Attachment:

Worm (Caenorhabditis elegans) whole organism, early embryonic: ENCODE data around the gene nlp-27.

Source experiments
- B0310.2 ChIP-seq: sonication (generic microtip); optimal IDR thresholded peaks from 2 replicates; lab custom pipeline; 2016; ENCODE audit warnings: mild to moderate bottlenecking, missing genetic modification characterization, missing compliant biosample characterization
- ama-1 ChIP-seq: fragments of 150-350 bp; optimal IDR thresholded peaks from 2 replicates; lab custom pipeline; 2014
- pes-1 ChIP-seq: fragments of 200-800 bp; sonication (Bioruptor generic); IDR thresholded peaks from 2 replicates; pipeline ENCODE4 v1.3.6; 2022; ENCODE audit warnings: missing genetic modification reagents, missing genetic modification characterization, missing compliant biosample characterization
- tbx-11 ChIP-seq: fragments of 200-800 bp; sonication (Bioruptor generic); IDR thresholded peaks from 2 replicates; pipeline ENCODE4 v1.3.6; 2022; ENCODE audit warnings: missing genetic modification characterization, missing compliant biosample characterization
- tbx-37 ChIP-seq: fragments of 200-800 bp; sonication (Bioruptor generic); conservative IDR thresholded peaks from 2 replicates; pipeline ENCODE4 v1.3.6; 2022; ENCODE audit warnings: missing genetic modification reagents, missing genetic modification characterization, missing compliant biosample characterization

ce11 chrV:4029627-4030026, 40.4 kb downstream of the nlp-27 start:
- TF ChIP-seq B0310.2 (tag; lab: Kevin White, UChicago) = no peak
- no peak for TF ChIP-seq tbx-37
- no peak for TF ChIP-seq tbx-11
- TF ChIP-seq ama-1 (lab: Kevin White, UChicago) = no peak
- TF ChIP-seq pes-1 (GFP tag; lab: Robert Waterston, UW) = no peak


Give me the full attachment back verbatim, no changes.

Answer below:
Worm (Caenorhabditis elegans) whole organism, early embryonic: ENCODE data around the gene nlp-27.

Source experiments
- B0310.2 ChIP-seq: sonication (generic microtip); optimal IDR thresholded peaks from 2 replicates; lab custom pipeline; 2016; ENCODE audit warnings: mild to moderate bottlenecking, missing genetic modification characterization, missing compliant biosample characterization
- ama-1 ChIP-seq: fragments of 150-350 bp; optimal IDR thresholded peaks from 2 replicates; lab custom pipeline; 2014
- pes-1 ChIP-seq: fragments of 200-800 bp; sonication (Bioruptor generic); IDR thresholded peaks from 2 replicates; pipeline ENCODE4 v1.3.6; 2022; ENCODE audit warnings: missing genetic modification reagents, missing genetic modification characterization, missing compliant biosample characterization
- tbx-11 ChIP-seq: fragments of 200-800 bp; sonication (Bioruptor generic); IDR thresholded peaks from 2 replicates; pipeline ENCODE4 v1.3.6; 2022; ENCODE audit warnings: missing genetic modification characterization, missing compliant biosample characterization
- tbx-37 ChIP-seq: fragments of 200-800 bp; sonication (Bioruptor generic); conservative IDR thresholded peaks from 2 replicates; pipeline ENCODE4 v1.3.6; 2022; ENCODE audit warnings: missing genetic modification reagents, missing genetic modification characterization, missing compliant biosample characterization

ce11 chrV:4029627-4030026, 40.4 kb downstream of the nlp-27 start:
- TF ChIP-seq B0310.2 (tag; lab: Kevin White, UChicago) = no peak
- no peak for TF ChIP-seq tbx-37
- no peak for TF ChIP-seq tbx-11
- TF ChIP-seq ama-1 (lab: Kevin White, UChicago) = no peak
- TF ChIP-seq pes-1 (GFP tag; lab: Robert Waterston, UW) = no peak